Improving climate information in Africa
'With these improved hydromet monitoring systems, countries are able to collect and disseminate valuable climate and weather information that can be used to save lives, build livelihoods and support better climate planning on regional, national and international levels.'
July 10, 2017 - UNDP, through its Multi Country Programme on Climate Information for Resilient Development in Africa (CIRDA), provides high-level technical support to 11 African countries that are highly vulnerable to the impacts of climate change, including Benin, Burkina Faso, Ethiopia, the Gambia, Liberia, Malawi, Sao Tome, Sierra Leone, Tanzania, Uganda and Zambia.
The programme works to enhance national capacities in collecting reliable and relevant climate information to feed into early warning systems and provide climate services for climate change adaptation and development.
The Programme has been active since 2013, working in partnership with these developing nations to build a hands-on approach to identify innovative, cost-effective and scientifically reliable observation equipment to improve monitoring and reporting on fast-acting weather events and long-term climate trends.
“With these improved hydromet monitoring systems, countries are able to collect and disseminate valuable climate and weather information that can be used to save lives, build livelihoods and support better climate planning on regional, national and international levels,” said Bonizella Biagini, UNDP Programme Manager for the CIRDA programme. “These next-generation national data systems favor an end-to-end approach that can result in the development of improved climate services that can be used to improve production on the farm, protect valuable assets and support evidence-based decisions to improve National Adaptation Plans and inform long-term investments.”
With the support of CIRDA experts on weather monitoring technologies, hydrology and forecasting, Burkina Faso, the Gambia, Liberia and Sierra Leone have successfully procured and installed innovative and effective early warning systems and services.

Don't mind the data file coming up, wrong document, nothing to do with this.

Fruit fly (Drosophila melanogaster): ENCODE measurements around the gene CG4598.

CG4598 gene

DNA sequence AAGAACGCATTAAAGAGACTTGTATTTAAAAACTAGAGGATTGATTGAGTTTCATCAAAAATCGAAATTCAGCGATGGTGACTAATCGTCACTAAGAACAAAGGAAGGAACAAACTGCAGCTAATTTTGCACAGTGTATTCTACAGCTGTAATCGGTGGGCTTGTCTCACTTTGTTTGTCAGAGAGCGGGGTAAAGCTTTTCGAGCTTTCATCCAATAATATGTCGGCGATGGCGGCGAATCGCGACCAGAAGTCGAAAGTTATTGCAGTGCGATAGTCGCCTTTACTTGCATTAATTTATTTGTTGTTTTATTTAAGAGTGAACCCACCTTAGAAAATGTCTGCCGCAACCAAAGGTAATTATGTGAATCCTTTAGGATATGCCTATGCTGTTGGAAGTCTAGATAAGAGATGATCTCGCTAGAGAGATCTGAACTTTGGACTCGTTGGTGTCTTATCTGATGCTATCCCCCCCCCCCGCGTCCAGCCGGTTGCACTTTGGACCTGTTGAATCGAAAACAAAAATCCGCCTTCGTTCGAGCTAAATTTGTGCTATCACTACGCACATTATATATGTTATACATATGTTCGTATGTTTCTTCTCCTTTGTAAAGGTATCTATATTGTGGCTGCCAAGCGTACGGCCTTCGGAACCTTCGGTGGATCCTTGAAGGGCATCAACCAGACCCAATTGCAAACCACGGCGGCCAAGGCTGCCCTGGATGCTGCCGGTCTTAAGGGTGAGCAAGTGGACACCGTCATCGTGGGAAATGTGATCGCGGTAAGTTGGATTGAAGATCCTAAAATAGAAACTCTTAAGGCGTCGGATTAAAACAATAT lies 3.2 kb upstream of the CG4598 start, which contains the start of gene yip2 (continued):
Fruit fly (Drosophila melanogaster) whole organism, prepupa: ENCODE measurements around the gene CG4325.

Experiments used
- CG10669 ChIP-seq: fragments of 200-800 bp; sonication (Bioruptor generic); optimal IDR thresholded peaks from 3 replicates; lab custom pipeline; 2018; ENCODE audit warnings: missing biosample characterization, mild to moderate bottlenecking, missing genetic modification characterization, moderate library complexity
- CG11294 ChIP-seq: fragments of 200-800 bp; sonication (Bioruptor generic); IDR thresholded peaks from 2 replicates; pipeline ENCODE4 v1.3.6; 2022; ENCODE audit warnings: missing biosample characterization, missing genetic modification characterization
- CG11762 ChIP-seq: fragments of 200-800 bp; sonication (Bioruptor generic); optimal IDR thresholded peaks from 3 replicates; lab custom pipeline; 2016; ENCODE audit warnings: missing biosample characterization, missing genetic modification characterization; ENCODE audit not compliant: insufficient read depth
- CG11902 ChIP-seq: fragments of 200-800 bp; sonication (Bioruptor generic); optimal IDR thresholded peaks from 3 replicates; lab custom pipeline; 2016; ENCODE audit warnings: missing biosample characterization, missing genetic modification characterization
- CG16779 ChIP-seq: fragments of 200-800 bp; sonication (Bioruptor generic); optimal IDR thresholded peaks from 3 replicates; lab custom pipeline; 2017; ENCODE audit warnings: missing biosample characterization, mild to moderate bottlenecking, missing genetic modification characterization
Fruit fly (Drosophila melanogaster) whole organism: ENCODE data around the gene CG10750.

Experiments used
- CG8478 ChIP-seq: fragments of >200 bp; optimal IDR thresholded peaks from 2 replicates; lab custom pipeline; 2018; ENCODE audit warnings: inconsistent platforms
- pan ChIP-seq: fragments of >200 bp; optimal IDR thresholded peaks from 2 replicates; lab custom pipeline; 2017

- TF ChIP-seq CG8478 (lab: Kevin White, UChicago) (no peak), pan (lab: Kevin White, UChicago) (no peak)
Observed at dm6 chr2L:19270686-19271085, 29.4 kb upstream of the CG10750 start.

“This is a significant achievement for these countries. Not only will these new systems support achievement of the Sustainable Development Goals and better planning, but they are also central in providing vulnerable farmers living on less than $2 a day with the information they need to protect lives and create a brighter future,” said Biagini.
Through the CIRDA programme, the Gambia, Malawi, Tanzania and Zambia have benefited from in-country training to enhance data-rescue capacities thus favoring better forecasting. Benin successfully established an effective Standard Operating Procedures to communicate early warnings in the case of flooding. This early warning system provides over 800,000 people with access to flood warnings.
In addition, the hosting of regional and national hackathons has resulted in the development of innovative and regionally appropriate last mile services.
The Programme has also worked with partner countries to ensure that these services go beyond the project’s lifetime to ensure long-term capacity for climate resilience. This has included commissioning a regional market study to identify the potential of developing climate services and the potential public-private partnerships that can be made to benefit the long-term sustainability of National HydroMeteorological Services, thus facilitating a financially sustainable approach to climate information services.